“We could ensure that patients were treated appropriately and consistently by the various pharmacists who staff our hospital,” Askren noted. “Our staff have a wide range of skills and comfort levels with vancomycin dosing, and historically, dosing to a specific trough has been quite difficult.
“For example, even when we created a protocol to dose based on the patient’s weight and kidney function, we still found high variability in the outcomes achieved,” she continued. “By promoting consistency, this software would help Boone improve patient care, reducing the risk of overdosing, which leads to acute kidney injury, as well as the risk of underdosing, which leads to poor patient outcomes.”
MEETING THE CHALLENGE
Boone County Hospital implemented the InsightRX Nova software rather quickly and easily, Askren reported.
“The implementation required a quick communication with our lab staff, nurses and physicians, letting them know that we were switching from checking troughs to checking random levels,” she explained. “Otherwise, the entire project was kept within the pharmacy. All of our pharmacists were trained to use the software utilizing the company’s resources – demo training and their very complete how-to guide.
“Unfortunately, due to limitations with our EHR and the high cost of interfaces, our software is not integrated with any other systems,” she added. “However, the software requires minimal extra effort from the pharmacist to manually enter information. It still requires significantly less time than waiting on two levels and performing manual pharmacokinetic calculations.”
Boone County’s EHR software makes it difficult to track results like this, so the pre-implementation data is really lacking.
“However, a couple of notable achievements have been a cost avoidance of about $10,000-$15,000 per year in reduced lab draws just from doing one level instead of two levels,” Askren reported. “This savings does not even factor in the labor cost associated with having the lab personnel draw at the same time as morning labs, rather than having to come back at various times to draw specific vancomycin troughs.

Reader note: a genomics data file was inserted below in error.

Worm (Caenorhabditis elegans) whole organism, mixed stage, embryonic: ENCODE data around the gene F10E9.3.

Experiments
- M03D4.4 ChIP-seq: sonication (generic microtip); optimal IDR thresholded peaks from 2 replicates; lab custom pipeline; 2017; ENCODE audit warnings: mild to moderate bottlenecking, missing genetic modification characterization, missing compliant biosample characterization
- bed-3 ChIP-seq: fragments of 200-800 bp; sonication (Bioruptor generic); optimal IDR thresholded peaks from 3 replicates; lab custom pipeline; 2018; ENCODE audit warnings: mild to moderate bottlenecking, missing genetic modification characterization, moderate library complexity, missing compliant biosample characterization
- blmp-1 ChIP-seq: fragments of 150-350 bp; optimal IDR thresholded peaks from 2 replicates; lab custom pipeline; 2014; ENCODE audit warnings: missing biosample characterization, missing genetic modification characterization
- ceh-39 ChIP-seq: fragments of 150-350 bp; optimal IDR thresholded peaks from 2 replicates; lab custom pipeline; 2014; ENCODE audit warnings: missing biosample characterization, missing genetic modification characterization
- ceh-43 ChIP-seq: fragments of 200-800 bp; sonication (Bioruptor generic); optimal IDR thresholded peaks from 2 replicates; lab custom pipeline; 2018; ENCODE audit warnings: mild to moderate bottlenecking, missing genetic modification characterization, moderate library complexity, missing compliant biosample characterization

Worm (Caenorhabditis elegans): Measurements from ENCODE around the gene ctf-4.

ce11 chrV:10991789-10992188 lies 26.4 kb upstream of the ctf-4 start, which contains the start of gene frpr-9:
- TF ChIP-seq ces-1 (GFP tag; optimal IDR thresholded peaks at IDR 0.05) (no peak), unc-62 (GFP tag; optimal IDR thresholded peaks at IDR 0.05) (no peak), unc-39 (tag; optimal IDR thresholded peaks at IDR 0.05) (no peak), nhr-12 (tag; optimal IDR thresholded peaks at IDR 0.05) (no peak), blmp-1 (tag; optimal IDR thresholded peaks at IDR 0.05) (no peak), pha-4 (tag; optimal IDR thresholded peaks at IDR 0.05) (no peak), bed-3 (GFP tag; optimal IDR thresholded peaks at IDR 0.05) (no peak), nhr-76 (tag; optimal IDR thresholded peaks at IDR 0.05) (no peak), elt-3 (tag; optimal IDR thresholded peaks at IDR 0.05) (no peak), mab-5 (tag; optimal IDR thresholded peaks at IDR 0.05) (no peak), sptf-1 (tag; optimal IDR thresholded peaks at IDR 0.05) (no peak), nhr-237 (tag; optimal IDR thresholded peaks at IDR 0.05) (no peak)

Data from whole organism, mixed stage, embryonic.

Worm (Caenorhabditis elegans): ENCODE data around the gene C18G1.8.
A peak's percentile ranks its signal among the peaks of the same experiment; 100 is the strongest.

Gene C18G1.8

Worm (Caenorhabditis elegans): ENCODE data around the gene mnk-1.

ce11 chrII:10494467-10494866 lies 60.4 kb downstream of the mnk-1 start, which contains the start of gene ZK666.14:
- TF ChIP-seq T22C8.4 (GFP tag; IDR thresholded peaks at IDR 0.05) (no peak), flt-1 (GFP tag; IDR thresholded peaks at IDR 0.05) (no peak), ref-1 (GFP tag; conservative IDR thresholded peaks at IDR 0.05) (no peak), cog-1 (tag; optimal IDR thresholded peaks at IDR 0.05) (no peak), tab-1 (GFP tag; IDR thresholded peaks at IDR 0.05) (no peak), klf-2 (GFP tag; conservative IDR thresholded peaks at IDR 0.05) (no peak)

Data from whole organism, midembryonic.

“In our first full year using InsightRX Nova, we achieved a therapeutic vancomycin AUC only about half the time,” she continued. “The company sat down with me to review the data and provided some excellent clinical feedback, which we disseminated to our staff.”
The next year, staff increased their achievement of target AUC by 27%, up to 79%. They also dropped the percentage of patients experiencing an acute kidney injury after 48 hours from 8% to 0%.
“If the average nephrotoxicity event costs a hospital $25,000 per year – as of 2013 – this software is saving us about $50,000 to $75,000 per year,” Askren said. “We were able to achieve zero acute kidney injuries during 2021 while utilizing the software.”
ADVICE FOR OTHERS
“Explore your options and involve your stakeholders in this decision,” Askren advised. “We evaluated three different Bayesian analytics precision dosing vendors. In the end, we chose the one that provided the best customer service and the most user-friendly platform for our specific users.
“We also found a company that was willing to work with us within our limited resources as a critical access hospital,” she noted. “Do not assume this technology is out of your reach because of limited resources and costs. The value and benefit of model-informed precision dosing software is huge, and it pays for itself rather quickly.”